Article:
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Panel Meets on Gaza Pullout Proposal

Committee formed to lead preparations for an Israeli withdrawal holds first session, as Sharon works to shore up his unraveling coalition.

June 10, 2004|Ken Ellingwood | Times Staff Writer

JERUSALEM — The governmental committee assigned to plan an Israeli withdrawal from the Gaza Strip held its first session Wednesday amid continued political turmoil over the Cabinet's tentative decision to exit the area by the end of next year.

The withdrawal committee -- made up of representatives of various government agencies and headed by retired Gen. Giora Eiland, chairman of the National Security Council -- is to coordinate preparations, such as compensating Jewish settlers and finding new homes for them.

The panel discussed responsibilities assigned each ministry taking part in the pullout.

Early plans presented to the committee called for the government to begin in August to pay settlers to leave voluntarily, Israeli media reported. The complete pullout, involving forcible expulsion if necessary, would be carried out by Sept. 30, 2005, under the tentative timetable.

Under the withdrawal plan the Cabinet approved in principle Sunday, Israel will evacuate all 21 Gaza Strip settlements and four isolated West Bank communities before 2006. In a compromise, the ministers delayed a final decision on dismantling the settlements until after preparations have been made, a task expected to take six to nine months.

The planning session occurred as Prime Minister Ariel Sharon faced an altered political landscape because of the departure from his government of two pro-settlement officials from the National Religious Party who quit in protest of the Cabinet action.

The pair's departure leaves the party with four members in the parliament, or Knesset, who remain allied with Sharon. Party members are locked in a divisive internal debate over whether to leave the governing coalition altogether.

The move to quit the coalition is being led by party leader Effi Eitam, who resigned from his Cabinet post as housing minister Tuesday. A deputy minister, Yitzhak Levy, also quit.

The resignations left Sharon with a nominal Knesset minority, 59 of 120 members. Another right-wing party, the National Union, with seven parliamentary seats, joined the opposition last week after Sharon fired a pair of its ministers in a bid to ensure a Cabinet majority for his plan.

But the prime minister, who heads the rightist Likud Party, does not appear to face an immediate threat of being toppled as long as he enjoys the protection of the left-leaning Labor Party. He may also gain the occasional backing of two Knesset members who are not officially part of Sharon's bloc.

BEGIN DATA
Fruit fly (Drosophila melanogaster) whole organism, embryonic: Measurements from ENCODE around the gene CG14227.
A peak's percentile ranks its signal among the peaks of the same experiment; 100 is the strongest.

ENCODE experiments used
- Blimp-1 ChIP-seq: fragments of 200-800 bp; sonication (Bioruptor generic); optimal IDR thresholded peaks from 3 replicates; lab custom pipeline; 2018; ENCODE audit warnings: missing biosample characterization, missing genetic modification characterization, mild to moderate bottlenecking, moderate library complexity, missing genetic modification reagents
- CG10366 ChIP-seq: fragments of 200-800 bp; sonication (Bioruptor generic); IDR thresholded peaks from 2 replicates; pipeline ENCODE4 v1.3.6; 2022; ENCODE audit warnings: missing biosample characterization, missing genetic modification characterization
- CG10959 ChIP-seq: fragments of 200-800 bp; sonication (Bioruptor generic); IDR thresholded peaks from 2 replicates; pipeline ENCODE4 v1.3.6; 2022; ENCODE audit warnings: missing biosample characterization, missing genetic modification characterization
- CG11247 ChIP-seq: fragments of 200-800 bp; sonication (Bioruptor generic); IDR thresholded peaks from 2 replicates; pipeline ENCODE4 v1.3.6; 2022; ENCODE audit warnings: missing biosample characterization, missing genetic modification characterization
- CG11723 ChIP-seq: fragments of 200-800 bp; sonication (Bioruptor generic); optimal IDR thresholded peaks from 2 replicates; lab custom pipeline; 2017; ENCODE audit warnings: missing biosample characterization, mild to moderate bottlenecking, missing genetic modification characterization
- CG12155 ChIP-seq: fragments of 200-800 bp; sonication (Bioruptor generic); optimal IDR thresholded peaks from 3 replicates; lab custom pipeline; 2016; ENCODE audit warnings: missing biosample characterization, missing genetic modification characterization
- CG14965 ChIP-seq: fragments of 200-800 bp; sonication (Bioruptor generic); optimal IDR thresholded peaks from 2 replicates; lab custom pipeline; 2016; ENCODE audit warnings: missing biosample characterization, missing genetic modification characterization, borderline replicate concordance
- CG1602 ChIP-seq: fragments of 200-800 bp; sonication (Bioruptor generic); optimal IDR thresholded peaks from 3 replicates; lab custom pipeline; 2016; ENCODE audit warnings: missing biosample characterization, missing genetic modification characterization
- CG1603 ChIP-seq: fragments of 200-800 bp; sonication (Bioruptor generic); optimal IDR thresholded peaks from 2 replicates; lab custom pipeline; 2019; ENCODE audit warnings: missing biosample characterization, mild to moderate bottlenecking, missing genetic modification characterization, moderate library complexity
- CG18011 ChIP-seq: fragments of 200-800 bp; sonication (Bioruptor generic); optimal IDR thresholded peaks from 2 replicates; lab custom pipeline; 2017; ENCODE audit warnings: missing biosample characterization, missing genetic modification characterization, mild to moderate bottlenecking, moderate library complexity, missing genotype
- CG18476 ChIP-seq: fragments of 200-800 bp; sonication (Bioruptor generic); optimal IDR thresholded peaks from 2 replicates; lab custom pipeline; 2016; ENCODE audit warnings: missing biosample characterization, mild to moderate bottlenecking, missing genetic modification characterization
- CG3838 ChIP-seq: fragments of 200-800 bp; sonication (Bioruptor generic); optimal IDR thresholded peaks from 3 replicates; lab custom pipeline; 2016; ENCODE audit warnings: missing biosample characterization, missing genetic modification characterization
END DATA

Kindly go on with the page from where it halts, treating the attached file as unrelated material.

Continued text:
There is increasing talk about bringing Labor into the governing coalition, which would solidify the prime minister's position.

Labor Party leaders have said they would not join the government unless Israel's attorney general, Menachem Mazuz, clears Sharon in a pending bribery case. The state prosecutor has recommended indictment. Mazuz is expected to make a decision next week.

During a briefing for foreign reporters Wednesday, a senior government official said Sharon was "as determined as can be" to evacuate Gaza. Skeptics have voiced concern that the Cabinet action could prove empty because it deferred a vote on taking down the settlements.

Israel plans to compensate the 7,500 Jewish settlers in Gaza and raze the approximately 600 homes. Land and other buildings, including greenhouses and packing plants, would be handed over to a third-party trust made up of European countries and international institutions, under plans still being developed.

The government official, who requested anonymity, said preparations for the withdrawal might improve the prospects for negotiations with the Palestinians. Sharon and his Palestinian Authority counterpart, Ahmed Korei, have not met since the latter took office last fall.

Sharon has argued that Israel was prompted to act unilaterally because it had no negotiating partner. Palestinians have welcomed a withdrawal but said it should be done as part of a broader peace agreement. The Bush administration has endorsed the Gaza pullout.

Egypt is offering to beef up patrols along its border with the Gaza Strip and to help train Palestinian security forces in preparation for a withdrawal.

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